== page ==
But then, I’m not a scientist. I’m just trusting the DMI to be able to correctly log and average temperature readings. And, after all, isn’t temperature the reason we keep looking at all these proxies? Well, it appears to be unusually cold up there right now and has been all summer. For that matter, it froze longer this spring, and it’s apparently colder than normal, so why not freeze earlier this fall? That said, I have no specific forecast because I have no idea what the weather’s going to be in the Arctic for the next month.

  42. Well I’ll just wait until the 2010 Catlin Ice Survey Team gets there along with their oil drums and finds a thin enough place to bore their sample hole to measure the ice thickness. Do they know they could save some money by just going back to where they simply tossed their oil drums out of the tent last year; and left them fouling up the place on the ice.

    In the meantime I’ll just watch the JAXA slow motion movie of the event; and make a little side bet on Steve’s numbers.

  43. Invariant:
    https://wattsupwiththat.com/2010/08/11/what-happened-in-2005-arctic-sea-ice/#comment-454451

    Your link leads to a page with an article that says
    “Updated May 20, 2010

    By ANDREW C. REVKIN

    and under it, it leads tohttp://www.nytimes.com/2007/10/02/science/earth/02arct.html?_r=1
    and that article says
    “By ANDREW C. REVKIN
    Published: October 2, 2007”

    So it looks like Andrew C. Revkin just recycles his 2007 material because, well, melt season is melt season, can’t let a sea ice recovery get in the way of a good story, right? At least he’s honest enough not to extrapolate a virtual 2008, 2009, 2010 with his 2007 flash animation. So, not quite GISS level, Mr. Revkin, not ruthless enough.

  44. Way ahead of 2005, might exceed 2006->

    1) The Sun has been at its lowest output since the Dalton minimum for 3 years.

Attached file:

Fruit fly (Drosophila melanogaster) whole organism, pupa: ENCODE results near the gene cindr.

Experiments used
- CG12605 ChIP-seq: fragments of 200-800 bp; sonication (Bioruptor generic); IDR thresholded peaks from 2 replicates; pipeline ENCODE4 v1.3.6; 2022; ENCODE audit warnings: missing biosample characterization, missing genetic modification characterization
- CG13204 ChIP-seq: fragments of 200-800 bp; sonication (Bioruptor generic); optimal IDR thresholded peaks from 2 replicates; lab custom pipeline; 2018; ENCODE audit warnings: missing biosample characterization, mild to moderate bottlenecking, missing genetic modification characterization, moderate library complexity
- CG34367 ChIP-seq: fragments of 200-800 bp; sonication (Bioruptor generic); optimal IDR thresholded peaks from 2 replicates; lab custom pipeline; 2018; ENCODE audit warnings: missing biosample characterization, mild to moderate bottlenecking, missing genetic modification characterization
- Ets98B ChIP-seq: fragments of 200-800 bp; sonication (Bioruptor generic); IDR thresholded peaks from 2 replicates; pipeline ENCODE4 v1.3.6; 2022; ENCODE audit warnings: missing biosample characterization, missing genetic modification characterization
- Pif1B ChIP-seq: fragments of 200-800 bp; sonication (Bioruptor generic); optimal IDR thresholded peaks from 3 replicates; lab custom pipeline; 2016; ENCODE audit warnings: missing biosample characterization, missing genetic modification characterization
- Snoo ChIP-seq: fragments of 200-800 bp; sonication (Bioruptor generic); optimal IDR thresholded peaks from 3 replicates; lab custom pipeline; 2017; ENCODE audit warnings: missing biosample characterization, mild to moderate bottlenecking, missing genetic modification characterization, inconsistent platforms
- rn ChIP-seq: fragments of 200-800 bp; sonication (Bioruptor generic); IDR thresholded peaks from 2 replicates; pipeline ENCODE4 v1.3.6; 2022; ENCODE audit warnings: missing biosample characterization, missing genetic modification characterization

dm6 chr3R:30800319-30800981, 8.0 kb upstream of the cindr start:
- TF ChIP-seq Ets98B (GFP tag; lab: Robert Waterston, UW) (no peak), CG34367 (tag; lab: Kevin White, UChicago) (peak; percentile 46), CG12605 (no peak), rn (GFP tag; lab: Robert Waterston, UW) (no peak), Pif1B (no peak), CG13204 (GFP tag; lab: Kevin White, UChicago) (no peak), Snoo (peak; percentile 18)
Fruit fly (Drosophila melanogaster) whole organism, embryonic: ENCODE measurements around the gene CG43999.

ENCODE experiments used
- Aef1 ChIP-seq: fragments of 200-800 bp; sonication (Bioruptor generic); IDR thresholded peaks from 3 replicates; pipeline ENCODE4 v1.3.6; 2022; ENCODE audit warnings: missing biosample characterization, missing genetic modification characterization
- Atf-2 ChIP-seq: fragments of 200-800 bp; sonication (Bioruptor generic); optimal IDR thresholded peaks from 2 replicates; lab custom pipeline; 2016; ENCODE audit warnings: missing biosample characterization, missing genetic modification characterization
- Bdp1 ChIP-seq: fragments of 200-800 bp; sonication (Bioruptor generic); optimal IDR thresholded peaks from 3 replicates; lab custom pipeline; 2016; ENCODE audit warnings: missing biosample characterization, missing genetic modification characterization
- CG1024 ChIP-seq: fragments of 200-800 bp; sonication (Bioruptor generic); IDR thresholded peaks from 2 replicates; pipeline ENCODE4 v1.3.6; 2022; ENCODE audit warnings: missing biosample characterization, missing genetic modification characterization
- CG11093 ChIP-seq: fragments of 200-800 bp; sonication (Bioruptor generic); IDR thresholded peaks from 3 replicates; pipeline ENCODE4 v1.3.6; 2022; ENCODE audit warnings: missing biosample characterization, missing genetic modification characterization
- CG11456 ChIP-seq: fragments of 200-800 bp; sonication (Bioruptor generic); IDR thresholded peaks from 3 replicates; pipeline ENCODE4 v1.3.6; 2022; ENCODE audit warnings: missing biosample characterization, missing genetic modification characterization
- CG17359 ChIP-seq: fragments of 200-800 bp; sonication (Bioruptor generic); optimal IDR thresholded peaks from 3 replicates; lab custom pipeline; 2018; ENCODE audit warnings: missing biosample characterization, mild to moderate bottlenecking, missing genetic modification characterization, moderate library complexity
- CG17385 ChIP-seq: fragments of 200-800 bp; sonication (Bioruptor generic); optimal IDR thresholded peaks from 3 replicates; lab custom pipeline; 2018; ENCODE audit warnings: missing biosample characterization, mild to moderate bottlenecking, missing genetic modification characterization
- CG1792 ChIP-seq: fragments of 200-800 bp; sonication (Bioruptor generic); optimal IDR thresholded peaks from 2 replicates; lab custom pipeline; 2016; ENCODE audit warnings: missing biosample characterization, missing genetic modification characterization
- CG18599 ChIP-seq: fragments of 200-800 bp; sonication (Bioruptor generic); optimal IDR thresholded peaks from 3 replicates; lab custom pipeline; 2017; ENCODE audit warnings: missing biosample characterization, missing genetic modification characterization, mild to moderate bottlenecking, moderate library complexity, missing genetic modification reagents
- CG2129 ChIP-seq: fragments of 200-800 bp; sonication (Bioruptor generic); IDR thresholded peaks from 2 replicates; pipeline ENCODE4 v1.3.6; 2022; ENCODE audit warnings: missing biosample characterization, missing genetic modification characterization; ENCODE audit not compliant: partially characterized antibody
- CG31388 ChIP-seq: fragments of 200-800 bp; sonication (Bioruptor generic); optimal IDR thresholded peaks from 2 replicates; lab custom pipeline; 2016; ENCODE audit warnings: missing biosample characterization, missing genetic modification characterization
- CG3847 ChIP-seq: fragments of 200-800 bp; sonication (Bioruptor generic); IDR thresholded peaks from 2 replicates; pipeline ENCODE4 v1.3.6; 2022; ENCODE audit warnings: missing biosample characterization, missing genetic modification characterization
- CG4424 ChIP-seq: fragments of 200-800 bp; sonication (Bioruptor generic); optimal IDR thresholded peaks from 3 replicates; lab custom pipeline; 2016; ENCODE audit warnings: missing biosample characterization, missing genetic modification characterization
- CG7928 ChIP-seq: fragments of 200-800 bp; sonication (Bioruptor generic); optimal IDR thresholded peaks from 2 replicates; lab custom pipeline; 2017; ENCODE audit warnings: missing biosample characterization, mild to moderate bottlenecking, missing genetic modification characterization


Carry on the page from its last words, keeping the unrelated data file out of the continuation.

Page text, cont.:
2) The Pacific has given up its heat: El Nino is now La Nina. Time lag for Earth cooling, about 3 to 4 years for .05C (My simple Earth model).
    3) The heat flow from the Equator to the Poles, instantaneously, has decreased due to the instantaneous Sun’s output reduction. Less heat in, warm Arctic due to years of active Sun, same rate of Arctic heat out; Arctic cools longer to stabilization.
    4) The Atlantic is in a temperature reducing phase (contrary to the views of the oscillation folks). Again, lack of Solar energy.
    5) Lack of Hurricanes is an indicator of cooling, due to lack of Solar energy.
    6) Early onset of cold Arctic temperatures, well beneath the average for this time of year.

    The Antarctic is our Winter model. It is on a cold, freezing rampage!!! This year far exceeds the “average”.

  45. The little white lies, dishonesties and misrepresentations by the NYT and the BBC that i now see nearly every day reek of one thing.

    Desperation.

  46. My bet is on beating 2005. Where I live (the north of The Netherlands) it has been rather chilly of late. We’ve had a white christmas (quite unusual) and rather a long, cold and snowy winter. Summer hasn’t been much to speak of either; except for two weeks around the finals of the soccer-WC in June which were hot, it’s been more like fall during July and August so far.
    Adding to this the cool picture of the globe I get through this site I think the table might be turning in favour of those thinking for themselves. My hopes are up. Even though I don’t like cold weater ;-)